response: January/February 2020 Issue

Responsively Yours: Our Calling Continues

Responsively Yours: Our Calling Continues

In 1888, five women were elected delegates to General Conference, including active members of the Woman’s Foreign Missionary Society and Woman’s Home Missionary Society. The conference spent most of the first day debating whether these five women qualified as a “layman” who were eligible for election. The conference decided that the women would be seated in the balcony, able to observe the conference sessions but unable to speak or vote.

A lot has changed since then, and in 2019 women constituted 36 percent of the voting members for General Conference. Yet women constitute almost 60 percent of church membership. We certainly have more work to do.

Methodist women and our predecessors have been bringing resolutions related to the dignity, security and leadership of women in church and society for generations, including the long campaign for full clergy rights for women. In many ways, today’s work is similar, including our resolutions regarding the girl child, women’s status, voting rights and supporting the efforts of the General Commission on the Status and Role of Women to amend the constitution of the church to include gender as a protected category.

While our work at General Conference 2020 will be a continuation of work we have done for more than 100 years, it will be in a very different context. For decades an outside-funded group has been working to undermine the social witness of the mainline church. They have connected with a group of church members who understand Scripture to require restrictive provisions regarding LGBTQ people. Other groups in the church trying to discern what biblical justice looks like today have been focusing on Scripture that gives precedence to the love of God for all persons and calling for not just a commitment to equality but toward equity. If these two positions represent two ends of a spectrum, there are also church members and leaders at every point between the two.

In May the General Conference will grapple with what this means for The United Methodist Church. In 2019, the General Conference, by a margin of 53-47 percent, decided to reinforce the current language of the Book of Discipline by adding mandatory penalties and giving “complainants” a voice in church trials. At most annual conference sessions in the United States, members elected delegations to the 2020 General and Jurisdictional Conferences that are more centrist and progressive. This means that the General Conference is likely to align generally with the results of the 2019 special session while the Jurisdictional Conferences are likely to seek more progressive/centrist persons to serve as bishops and members of the general agencies. It’s in this context that the General Conference will struggle with legislation, some that offers organizational “space” to allow us to stay together and some that proposes separation and new expressions of Methodism without churches and conferences facing protracted acrimony and lawsuits.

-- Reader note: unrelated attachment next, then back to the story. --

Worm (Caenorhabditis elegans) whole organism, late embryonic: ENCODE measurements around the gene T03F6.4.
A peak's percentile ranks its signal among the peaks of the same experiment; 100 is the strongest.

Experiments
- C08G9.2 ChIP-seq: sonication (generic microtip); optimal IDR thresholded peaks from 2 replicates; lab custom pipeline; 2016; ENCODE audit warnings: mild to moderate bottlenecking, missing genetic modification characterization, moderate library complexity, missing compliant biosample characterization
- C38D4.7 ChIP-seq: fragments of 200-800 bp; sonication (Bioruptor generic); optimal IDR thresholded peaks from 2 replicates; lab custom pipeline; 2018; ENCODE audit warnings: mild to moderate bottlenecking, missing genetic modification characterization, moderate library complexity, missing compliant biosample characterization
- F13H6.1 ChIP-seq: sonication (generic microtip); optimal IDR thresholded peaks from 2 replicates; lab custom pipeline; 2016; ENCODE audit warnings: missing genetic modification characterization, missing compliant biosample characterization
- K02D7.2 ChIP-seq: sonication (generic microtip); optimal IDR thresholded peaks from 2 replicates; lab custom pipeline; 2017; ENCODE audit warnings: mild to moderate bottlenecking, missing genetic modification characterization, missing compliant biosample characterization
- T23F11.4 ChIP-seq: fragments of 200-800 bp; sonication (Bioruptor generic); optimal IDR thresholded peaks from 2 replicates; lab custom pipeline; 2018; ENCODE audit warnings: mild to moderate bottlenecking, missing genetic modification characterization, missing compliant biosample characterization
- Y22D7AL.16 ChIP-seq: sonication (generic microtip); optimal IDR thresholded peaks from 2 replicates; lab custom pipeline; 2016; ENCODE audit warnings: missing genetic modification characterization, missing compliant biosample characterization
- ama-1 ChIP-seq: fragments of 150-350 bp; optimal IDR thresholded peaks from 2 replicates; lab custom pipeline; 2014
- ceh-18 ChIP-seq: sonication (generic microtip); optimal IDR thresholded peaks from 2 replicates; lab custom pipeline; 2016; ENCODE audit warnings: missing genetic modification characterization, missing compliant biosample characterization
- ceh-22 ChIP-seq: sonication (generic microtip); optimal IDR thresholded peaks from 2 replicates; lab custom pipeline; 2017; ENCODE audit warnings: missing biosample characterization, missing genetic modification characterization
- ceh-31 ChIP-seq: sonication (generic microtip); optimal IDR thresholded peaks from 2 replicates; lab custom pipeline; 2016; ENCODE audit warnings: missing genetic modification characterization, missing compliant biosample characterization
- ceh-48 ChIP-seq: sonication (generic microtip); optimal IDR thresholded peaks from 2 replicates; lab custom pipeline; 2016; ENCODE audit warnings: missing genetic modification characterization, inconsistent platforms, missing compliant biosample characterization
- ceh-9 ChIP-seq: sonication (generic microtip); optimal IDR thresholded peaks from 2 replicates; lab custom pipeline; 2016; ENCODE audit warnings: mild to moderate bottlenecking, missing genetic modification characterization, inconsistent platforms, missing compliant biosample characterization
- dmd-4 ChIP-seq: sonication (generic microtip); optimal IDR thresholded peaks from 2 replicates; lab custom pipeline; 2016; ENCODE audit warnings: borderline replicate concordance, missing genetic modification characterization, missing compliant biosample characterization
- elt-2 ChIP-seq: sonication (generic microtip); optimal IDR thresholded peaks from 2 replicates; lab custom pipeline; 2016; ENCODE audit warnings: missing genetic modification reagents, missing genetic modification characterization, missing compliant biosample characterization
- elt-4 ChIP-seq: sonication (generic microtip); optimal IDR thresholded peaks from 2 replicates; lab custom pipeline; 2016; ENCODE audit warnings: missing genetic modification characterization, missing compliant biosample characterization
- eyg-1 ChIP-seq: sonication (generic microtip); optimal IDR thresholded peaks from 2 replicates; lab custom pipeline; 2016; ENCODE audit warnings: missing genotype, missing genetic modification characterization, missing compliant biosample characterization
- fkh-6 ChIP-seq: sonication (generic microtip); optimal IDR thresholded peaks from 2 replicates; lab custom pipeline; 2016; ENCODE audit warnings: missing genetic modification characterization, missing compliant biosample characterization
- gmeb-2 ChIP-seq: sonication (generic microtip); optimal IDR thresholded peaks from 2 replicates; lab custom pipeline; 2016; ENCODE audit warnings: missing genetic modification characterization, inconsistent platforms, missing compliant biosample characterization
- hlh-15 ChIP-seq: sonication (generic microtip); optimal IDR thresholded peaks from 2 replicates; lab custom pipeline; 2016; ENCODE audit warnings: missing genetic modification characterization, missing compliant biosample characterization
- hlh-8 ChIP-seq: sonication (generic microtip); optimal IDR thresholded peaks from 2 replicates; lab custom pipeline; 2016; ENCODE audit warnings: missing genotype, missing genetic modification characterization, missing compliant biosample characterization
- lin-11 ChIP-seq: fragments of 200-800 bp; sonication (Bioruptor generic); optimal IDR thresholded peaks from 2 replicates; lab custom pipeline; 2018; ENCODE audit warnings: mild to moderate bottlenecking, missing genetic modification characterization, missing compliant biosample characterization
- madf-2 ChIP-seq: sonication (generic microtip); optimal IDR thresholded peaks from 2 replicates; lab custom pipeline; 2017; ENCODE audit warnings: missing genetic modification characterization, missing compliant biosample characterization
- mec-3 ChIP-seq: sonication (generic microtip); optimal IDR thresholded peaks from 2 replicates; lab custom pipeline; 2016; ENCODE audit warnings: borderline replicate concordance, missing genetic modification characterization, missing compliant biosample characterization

In the midst of this, United Methodist Women seeks to be a place where all women are welcome, inclusive of sexual orientation, where we can work together on shared commitments to spiritual growth, mission with women, children and youth, and empowerment of women in the United States and around the world. Our church context may change, but our calling continues. Just as we did across the barrier of a race-based Central Jurisdiction, women organized for mission will continue to work together alongside those who society treats as “the least of these.”

Harriett Jane Olson
General Secretary
United Methodist Women
holson@unitedmethodistwomen.org

Posted or updated: 1/8/2020 12:00:00 AM